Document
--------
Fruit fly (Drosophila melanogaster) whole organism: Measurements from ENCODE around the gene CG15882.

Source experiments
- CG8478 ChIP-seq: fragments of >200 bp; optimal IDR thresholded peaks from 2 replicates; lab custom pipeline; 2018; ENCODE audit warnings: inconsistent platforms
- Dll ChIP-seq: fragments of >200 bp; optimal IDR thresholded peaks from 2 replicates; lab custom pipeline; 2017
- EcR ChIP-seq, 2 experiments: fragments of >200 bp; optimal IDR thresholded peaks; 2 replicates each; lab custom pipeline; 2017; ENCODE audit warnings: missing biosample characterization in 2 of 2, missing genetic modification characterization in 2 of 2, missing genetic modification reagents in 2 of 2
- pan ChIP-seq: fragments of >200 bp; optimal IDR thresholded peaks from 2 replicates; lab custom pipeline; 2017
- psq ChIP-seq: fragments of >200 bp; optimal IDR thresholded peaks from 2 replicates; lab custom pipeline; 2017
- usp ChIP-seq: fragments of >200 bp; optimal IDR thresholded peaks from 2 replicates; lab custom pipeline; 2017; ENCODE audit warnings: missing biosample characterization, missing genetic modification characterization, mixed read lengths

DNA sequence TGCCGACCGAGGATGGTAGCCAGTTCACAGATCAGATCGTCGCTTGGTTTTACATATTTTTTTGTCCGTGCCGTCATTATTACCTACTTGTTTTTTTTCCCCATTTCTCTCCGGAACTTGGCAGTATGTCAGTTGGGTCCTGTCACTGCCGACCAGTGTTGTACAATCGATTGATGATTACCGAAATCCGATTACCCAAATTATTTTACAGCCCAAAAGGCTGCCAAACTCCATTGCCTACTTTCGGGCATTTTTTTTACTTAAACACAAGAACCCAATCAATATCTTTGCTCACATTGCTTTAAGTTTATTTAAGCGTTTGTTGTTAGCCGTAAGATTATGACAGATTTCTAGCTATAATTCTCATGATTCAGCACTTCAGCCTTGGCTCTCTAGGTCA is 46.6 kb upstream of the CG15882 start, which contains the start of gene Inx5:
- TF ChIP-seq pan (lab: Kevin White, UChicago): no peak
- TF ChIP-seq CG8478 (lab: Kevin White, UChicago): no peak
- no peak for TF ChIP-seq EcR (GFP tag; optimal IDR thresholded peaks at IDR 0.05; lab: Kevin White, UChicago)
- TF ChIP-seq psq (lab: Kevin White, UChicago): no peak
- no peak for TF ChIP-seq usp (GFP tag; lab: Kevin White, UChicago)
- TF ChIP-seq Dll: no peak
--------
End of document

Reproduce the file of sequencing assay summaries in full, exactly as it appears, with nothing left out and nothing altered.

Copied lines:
Fruit fly (Drosophila melanogaster) whole organism: Measurements from ENCODE around the gene CG15882.

Source experiments
- CG8478 ChIP-seq: fragments of >200 bp; optimal IDR thresholded peaks from 2 replicates; lab custom pipeline; 2018; ENCODE audit warnings: inconsistent platforms
- Dll ChIP-seq: fragments of >200 bp; optimal IDR thresholded peaks from 2 replicates; lab custom pipeline; 2017
- EcR ChIP-seq, 2 experiments: fragments of >200 bp; optimal IDR thresholded peaks; 2 replicates each; lab custom pipeline; 2017; ENCODE audit warnings: missing biosample characterization in 2 of 2, missing genetic modification characterization in 2 of 2, missing genetic modification reagents in 2 of 2
- pan ChIP-seq: fragments of >200 bp; optimal IDR thresholded peaks from 2 replicates; lab custom pipeline; 2017
- psq ChIP-seq: fragments of >200 bp; optimal IDR thresholded peaks from 2 replicates; lab custom pipeline; 2017
- usp ChIP-seq: fragments of >200 bp; optimal IDR thresholded peaks from 2 replicates; lab custom pipeline; 2017; ENCODE audit warnings: missing biosample characterization, missing genetic modification characterization, mixed read lengths

DNA sequence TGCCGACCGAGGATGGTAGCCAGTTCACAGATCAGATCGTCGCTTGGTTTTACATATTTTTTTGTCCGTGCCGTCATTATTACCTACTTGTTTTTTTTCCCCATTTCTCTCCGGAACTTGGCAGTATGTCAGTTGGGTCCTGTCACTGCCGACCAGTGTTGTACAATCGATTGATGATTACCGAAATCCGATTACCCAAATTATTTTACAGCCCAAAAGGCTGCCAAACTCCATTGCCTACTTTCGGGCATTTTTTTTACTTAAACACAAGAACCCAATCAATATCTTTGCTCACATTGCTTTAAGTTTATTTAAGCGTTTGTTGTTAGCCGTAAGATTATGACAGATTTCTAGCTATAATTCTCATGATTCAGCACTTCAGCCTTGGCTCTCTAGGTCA is 46.6 kb upstream of the CG15882 start, which contains the start of gene Inx5:
- TF ChIP-seq pan (lab: Kevin White, UChicago): no peak
- TF ChIP-seq CG8478 (lab: Kevin White, UChicago): no peak
- no peak for TF ChIP-seq EcR (GFP tag; optimal IDR thresholded peaks at IDR 0.05; lab: Kevin White, UChicago)
- TF ChIP-seq psq (lab: Kevin White, UChicago): no peak
- no peak for TF ChIP-seq usp (GFP tag; lab: Kevin White, UChicago)
- TF ChIP-seq Dll: no peak